saintly

[seynt-lee]
See more synonyms for saintly on Thesaurus.com

Origin of saintly

First recorded in 1650–60; saint + -ly
Related formssaint·li·ness, nounhy·per·saint·ly, adjectivequa·si-saint·ly, adjectivesu·per·saint·ly, adjectiveun·saint·ly, adjective
Dictionary.com Unabridged Based on the Random House Unabridged Dictionary, © Random House, Inc. 2018


Examples from the Web for saintly

Contemporary Examples of saintly

Historical Examples of saintly

  • Wilfrid also was one of the saintly architects of the period.

    English Villages

    P. H. Ditchfield

  • They penned me up here with these saintly mothers and these angelic children.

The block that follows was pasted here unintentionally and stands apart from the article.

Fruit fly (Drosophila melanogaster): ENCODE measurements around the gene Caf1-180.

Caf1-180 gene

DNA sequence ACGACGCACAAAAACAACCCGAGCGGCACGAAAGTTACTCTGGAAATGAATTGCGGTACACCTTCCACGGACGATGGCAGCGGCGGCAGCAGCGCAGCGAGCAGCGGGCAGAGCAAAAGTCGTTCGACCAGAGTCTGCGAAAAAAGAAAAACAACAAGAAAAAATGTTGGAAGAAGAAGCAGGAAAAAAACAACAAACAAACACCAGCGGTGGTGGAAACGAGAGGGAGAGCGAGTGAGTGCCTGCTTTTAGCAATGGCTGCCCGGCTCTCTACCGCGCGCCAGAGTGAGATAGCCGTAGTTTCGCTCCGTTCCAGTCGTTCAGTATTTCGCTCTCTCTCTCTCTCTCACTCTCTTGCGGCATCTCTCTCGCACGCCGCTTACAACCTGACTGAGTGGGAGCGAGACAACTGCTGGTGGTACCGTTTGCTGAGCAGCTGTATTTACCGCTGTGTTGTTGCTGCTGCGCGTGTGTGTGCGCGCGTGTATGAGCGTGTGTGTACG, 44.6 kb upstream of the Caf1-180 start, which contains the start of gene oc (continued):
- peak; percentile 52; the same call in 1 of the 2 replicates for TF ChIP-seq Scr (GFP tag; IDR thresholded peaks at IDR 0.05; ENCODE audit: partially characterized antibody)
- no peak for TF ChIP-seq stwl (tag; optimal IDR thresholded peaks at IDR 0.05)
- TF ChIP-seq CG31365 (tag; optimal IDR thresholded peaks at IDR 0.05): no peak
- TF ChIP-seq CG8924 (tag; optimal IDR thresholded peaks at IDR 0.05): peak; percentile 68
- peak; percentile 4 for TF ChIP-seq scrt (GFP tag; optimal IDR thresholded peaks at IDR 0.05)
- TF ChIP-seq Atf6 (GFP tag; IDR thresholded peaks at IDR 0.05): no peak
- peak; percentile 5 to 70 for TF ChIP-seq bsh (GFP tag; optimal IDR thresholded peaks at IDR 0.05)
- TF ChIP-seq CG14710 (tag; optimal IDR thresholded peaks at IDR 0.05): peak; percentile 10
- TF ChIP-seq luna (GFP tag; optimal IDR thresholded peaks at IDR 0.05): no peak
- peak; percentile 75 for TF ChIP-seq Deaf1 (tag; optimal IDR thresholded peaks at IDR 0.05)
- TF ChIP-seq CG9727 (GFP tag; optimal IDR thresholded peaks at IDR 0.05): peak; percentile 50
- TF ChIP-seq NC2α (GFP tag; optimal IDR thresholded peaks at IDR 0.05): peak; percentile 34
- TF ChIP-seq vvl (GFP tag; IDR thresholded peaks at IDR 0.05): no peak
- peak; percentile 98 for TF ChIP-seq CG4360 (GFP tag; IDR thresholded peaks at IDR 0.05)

• At the Tambov hermitage the anchorite Hilary, a man of saintly life, has died.

    Father Sergius

    Leo Tolstoy

  • She confided in me a little in those days, but ever with a most saintly resignation.

    The Strolling Saint

    Raphael Sabatini

  • "Indeed, none too saintly," said I, speaking my thoughts aloud.

    The Strolling Saint

    Raphael Sabatini


British Dictionary definitions for saintly

saintly

adjective -lier or -liest
  1. like, relating to, or suitable for a saint
Derived Formssaintlily, adverbsaintliness, noun
Collins English Dictionary - Complete & Unabridged 2012 Digital Edition © William Collins Sons & Co. Ltd. 1979, 1986 © HarperCollins Publishers 1998, 2000, 2003, 2005, 2006, 2007, 2009, 2012

Word Origin and History for saintly
adj.

1620s, from saint (n.) + -ly (1). Related: Saintliness.

Online Etymology Dictionary, © 2010 Douglas Harper